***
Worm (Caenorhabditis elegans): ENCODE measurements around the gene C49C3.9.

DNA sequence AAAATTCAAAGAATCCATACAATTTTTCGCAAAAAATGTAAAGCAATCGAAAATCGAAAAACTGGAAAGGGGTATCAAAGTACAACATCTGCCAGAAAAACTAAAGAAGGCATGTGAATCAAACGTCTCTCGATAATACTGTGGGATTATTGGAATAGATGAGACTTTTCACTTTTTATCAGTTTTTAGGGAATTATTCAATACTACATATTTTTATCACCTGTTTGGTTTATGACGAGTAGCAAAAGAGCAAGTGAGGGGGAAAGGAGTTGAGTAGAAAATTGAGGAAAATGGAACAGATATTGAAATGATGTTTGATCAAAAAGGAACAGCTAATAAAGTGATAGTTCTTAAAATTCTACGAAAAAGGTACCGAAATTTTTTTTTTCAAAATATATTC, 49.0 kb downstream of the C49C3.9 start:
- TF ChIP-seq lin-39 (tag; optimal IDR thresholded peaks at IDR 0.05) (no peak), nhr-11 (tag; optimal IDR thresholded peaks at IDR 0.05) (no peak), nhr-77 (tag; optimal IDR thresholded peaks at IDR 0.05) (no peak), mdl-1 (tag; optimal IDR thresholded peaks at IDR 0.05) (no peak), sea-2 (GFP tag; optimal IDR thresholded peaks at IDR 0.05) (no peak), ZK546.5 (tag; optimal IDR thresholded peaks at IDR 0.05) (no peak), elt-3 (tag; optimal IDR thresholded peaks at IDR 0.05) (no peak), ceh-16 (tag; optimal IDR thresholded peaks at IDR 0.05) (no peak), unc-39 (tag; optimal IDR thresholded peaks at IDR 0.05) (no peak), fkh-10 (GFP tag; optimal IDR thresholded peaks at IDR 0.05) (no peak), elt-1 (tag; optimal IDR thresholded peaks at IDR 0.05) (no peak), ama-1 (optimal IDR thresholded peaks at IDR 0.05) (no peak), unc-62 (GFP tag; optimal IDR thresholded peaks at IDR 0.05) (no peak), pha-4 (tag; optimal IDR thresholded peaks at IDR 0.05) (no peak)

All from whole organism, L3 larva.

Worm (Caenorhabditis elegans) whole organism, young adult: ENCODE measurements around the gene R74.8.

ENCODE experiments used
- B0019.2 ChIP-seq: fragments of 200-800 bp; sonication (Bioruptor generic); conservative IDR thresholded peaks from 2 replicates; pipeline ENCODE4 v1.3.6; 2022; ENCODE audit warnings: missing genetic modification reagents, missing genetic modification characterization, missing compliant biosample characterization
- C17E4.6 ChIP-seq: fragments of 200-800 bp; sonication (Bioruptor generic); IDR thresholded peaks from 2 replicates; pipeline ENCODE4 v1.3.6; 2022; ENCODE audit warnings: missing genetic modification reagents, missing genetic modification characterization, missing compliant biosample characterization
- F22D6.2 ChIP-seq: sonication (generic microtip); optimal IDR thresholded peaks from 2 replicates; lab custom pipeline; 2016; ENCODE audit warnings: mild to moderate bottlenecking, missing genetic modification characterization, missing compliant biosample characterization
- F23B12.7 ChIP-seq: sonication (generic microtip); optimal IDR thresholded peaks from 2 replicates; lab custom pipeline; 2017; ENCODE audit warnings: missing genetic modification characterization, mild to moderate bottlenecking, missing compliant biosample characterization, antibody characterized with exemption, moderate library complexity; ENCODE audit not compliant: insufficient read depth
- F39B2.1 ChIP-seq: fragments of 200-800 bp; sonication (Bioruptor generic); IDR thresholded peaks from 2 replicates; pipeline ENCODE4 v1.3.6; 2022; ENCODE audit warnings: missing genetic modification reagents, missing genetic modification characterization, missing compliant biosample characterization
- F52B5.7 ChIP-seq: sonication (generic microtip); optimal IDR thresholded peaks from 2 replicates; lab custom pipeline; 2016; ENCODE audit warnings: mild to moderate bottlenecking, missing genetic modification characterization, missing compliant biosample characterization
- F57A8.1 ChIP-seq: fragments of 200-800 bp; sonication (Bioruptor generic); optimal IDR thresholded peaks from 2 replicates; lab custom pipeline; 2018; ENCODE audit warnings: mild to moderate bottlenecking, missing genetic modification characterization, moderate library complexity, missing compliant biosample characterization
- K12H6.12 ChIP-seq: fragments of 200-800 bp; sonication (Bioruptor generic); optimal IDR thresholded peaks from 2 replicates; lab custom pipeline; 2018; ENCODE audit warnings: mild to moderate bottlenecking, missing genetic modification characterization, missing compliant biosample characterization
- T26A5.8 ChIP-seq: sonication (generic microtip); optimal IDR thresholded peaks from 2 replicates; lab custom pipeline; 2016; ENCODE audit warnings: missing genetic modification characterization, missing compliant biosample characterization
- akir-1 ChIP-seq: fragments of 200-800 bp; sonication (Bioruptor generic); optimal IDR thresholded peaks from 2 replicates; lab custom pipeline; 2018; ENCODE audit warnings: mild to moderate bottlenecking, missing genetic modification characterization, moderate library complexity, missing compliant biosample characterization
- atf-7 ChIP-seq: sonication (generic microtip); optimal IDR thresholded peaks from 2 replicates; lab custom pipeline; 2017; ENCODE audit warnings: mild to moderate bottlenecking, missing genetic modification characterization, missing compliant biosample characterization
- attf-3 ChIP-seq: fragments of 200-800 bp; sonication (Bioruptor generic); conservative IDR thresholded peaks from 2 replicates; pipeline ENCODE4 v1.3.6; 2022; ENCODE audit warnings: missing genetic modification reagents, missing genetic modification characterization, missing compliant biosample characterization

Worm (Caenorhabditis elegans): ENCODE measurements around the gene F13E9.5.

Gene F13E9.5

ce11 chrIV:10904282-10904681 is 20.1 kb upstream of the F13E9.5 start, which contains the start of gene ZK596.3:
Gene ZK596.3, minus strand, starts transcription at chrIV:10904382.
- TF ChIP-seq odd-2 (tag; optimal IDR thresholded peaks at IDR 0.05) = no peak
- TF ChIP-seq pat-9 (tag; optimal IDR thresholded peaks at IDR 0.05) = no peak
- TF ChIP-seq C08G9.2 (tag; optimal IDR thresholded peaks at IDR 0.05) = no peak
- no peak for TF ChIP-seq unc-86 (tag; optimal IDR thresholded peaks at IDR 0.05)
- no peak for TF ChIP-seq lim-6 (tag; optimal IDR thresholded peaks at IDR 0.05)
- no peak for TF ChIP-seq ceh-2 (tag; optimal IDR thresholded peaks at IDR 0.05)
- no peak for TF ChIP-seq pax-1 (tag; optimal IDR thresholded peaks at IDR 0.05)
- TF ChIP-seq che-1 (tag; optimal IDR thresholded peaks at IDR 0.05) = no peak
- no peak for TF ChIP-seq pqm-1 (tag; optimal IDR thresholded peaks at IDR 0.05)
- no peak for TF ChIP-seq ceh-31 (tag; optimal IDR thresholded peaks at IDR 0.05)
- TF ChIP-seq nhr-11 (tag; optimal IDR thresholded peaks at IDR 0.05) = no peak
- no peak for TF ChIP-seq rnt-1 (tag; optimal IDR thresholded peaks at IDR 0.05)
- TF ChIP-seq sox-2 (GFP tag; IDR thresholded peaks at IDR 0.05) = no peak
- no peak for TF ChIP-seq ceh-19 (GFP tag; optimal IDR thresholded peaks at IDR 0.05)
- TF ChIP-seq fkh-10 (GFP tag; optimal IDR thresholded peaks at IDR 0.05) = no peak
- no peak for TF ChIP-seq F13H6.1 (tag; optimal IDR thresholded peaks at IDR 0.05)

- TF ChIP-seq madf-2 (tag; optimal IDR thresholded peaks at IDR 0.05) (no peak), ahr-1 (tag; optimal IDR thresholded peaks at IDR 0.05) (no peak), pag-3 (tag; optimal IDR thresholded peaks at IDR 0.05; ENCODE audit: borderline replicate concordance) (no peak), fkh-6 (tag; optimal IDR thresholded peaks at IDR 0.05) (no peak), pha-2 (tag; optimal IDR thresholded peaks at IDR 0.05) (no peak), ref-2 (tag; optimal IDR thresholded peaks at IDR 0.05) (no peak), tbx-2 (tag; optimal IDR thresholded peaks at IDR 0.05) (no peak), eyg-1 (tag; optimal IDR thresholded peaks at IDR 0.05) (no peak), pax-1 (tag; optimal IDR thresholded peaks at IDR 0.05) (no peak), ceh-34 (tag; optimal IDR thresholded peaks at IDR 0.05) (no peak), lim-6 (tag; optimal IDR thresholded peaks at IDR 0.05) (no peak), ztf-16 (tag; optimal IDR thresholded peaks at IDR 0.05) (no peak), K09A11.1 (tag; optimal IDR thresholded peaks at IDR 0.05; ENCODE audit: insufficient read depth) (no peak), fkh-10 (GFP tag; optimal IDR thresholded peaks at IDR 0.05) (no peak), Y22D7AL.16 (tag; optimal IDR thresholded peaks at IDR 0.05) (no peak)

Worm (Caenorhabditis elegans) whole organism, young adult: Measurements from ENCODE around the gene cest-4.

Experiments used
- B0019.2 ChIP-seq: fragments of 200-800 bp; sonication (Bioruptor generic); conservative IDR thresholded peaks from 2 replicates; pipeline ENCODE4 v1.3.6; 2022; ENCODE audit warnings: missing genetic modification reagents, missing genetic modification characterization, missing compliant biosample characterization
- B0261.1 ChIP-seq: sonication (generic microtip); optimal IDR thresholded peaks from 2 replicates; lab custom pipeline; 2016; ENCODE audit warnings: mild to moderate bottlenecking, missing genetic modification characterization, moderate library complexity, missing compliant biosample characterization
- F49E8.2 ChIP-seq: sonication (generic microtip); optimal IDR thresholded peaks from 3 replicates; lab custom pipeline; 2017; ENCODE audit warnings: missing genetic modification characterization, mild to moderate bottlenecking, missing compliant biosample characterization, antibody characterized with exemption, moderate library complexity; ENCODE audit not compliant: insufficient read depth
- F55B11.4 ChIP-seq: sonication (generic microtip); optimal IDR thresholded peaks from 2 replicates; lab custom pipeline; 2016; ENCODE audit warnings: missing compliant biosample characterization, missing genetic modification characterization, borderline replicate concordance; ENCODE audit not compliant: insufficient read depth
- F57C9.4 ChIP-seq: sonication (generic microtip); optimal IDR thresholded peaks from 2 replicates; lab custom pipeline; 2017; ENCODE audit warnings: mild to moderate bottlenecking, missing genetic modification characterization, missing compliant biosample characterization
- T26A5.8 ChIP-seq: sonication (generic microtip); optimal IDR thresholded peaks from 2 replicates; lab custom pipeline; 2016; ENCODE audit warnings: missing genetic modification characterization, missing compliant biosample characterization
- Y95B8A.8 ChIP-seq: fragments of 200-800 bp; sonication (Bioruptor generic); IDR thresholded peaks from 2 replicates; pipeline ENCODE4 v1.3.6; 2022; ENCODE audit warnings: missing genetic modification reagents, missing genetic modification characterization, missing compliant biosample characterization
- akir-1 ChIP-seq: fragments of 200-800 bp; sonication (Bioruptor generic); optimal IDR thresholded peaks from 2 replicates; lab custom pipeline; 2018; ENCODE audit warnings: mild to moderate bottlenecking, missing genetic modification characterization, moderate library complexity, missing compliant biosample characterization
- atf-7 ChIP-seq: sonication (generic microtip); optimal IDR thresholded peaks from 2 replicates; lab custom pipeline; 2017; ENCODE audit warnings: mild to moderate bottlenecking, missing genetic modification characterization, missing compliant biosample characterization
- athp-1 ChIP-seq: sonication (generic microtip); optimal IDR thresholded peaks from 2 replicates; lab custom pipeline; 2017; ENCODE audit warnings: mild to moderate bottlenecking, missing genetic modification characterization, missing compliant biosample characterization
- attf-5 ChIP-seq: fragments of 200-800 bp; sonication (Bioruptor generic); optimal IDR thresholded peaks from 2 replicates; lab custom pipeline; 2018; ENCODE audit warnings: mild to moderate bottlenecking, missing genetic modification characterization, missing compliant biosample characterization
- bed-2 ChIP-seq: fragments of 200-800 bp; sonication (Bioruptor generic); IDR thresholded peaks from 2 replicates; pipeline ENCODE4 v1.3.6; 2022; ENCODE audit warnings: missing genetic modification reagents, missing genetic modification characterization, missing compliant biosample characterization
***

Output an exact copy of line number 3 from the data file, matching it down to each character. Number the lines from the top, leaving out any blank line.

- TF ChIP-seq lin-39 (tag; optimal IDR thresholded peaks at IDR 0.05) (no peak), nhr-11 (tag; optimal IDR thresholded peaks at IDR 0.05) (no peak), nhr-77 (tag; optimal IDR thresholded peaks at IDR 0.05) (no peak), mdl-1 (tag; optimal IDR thresholded peaks at IDR 0.05) (no peak), sea-2 (GFP tag; optimal IDR thresholded peaks at IDR 0.05) (no peak), ZK546.5 (tag; optimal IDR thresholded peaks at IDR 0.05) (no peak), elt-3 (tag; optimal IDR thresholded peaks at IDR 0.05) (no peak), ceh-16 (tag; optimal IDR thresholded peaks at IDR 0.05) (no peak), unc-39 (tag; optimal IDR thresholded peaks at IDR 0.05) (no peak), fkh-10 (GFP tag; optimal IDR thresholded peaks at IDR 0.05) (no peak), elt-1 (tag; optimal IDR thresholded peaks at IDR 0.05) (no peak), ama-1 (optimal IDR thresholded peaks at IDR 0.05) (no peak), unc-62 (GFP tag; optimal IDR thresholded peaks at IDR 0.05) (no peak), pha-4 (tag; optimal IDR thresholded peaks at IDR 0.05) (no peak)